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#1829: Sunday Observer article on Haiti : Durran replies to critics

From: Mary Durran <mdurran@colba.net>

Some list members have asked what I find offensive about presenting the
unpalatable truth about Haiti in this article.  Actually, I have no problem
with the author's analysis of non-functional institutions, drugs, economic
decay and ongoing poverty.   

My reaction to the piece was a personal one, in response to some very
powerful images and metaphors Vulliamy used, which gave the piece strong
powers of suggestion.  Although I don't dispute most of the facts the
author sets out in the article,  I don't believe these images accurately
tell the whole story of Haiti.  

For example, Vulliamy chooses to present an image of  Cité Soleil: "where
children sick with boils play in the excreta that flows along open sewers".
 A revolting, sensational image insulting to the inhabitants of Cité
Soleil, presenting only one facet of the reality of living in a slum. What
about the kids who despite living in a shack on a pile of mud and garbage,
somehow manage  to be immaculately turned out for school or church ?  An
image one is more likely to see in a slum that the one offered in the

And the quote about Lavalas being like a "chopped worm crawling about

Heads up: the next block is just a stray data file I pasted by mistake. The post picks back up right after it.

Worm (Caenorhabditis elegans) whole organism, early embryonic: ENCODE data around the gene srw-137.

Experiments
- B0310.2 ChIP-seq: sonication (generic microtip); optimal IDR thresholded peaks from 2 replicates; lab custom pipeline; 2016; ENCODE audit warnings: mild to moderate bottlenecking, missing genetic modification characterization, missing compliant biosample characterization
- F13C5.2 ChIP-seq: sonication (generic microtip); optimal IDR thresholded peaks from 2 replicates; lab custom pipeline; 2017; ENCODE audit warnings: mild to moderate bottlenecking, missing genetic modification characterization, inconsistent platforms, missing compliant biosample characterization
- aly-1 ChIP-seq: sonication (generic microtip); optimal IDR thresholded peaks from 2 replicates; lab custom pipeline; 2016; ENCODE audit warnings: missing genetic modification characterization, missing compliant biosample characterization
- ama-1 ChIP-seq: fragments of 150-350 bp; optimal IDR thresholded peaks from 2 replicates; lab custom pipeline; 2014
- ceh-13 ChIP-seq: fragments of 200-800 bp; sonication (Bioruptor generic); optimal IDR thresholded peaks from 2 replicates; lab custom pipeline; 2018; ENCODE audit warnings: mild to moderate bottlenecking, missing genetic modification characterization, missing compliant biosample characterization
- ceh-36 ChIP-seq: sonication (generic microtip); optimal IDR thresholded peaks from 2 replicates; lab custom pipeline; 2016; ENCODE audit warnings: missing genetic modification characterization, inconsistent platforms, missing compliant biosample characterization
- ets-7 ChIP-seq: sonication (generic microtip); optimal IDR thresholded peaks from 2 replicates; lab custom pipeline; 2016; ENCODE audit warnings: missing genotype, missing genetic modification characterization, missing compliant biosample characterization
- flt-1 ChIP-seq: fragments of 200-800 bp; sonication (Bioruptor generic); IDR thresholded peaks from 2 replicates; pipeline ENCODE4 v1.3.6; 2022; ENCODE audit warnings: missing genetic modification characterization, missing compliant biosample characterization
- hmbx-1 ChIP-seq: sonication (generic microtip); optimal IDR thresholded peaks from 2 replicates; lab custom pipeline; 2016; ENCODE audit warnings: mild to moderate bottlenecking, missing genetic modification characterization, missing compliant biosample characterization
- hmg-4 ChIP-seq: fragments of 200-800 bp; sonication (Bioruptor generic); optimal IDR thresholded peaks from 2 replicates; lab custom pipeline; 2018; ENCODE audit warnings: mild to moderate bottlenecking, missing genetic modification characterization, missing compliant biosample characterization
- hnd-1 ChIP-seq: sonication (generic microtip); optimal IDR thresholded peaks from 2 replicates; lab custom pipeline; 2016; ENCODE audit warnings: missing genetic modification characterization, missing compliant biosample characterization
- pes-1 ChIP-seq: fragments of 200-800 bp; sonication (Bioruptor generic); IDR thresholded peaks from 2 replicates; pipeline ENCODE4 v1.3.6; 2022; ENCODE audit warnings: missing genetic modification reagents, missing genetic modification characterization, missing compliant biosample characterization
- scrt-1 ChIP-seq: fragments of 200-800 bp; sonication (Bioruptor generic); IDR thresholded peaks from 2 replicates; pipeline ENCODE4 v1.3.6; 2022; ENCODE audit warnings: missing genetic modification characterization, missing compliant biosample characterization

itself in pieces".  While not wishing to defend the corruption and
power-seeking of  some of the "grand mangeurs"   the image is again,  an
inaccurate and sensationalistic one  of the complexities of the Lavalas

"The nightmare of being Haitian": is just being Haitian really a nightmare?
 Perhaps life is a nightmare if one is poor and lives in a slum or an
impoverished tenement but many Haitians I know, in Haiti, are proud and
happy to be Haitian, even if they do live in "the poorest country in the
western hemisphere".  This statement encourages the victim mentality.  

Finally, why does Vulliamy go into such graphic detail over the corpse
lying in the mud with the bamboo stick up its backside?  Given the
insistence on this image, repeated at beginning and end of story, I assume
it's a metaphor for something. What is the author trying to say presenting
this disturbing image, which leaves a bitter taste in the mouth of the
reader?  If it's supposed to be a metaphor for the Haitian justice system,
sodomised by whoever (Haitians?  USAID?  International community?),
granted, it's dysfunctional, but I believe such crowd killings have little
to do with the functioning or non-functioning of the judicial system.   Or
is the corpse a metaphor for Haiti?  the Haitian people?  the
attachés/macoutes/thieves waiting in the wings to pillage her? 

Haiti may be in dire straits but it is not the filthy cesspit that the
author portrayed - it is a country where there is still a chink of gleaming
hope, and many Haitians are still trying to churn through the mud towards
that light at the end of the tunnel.     

Mary Durran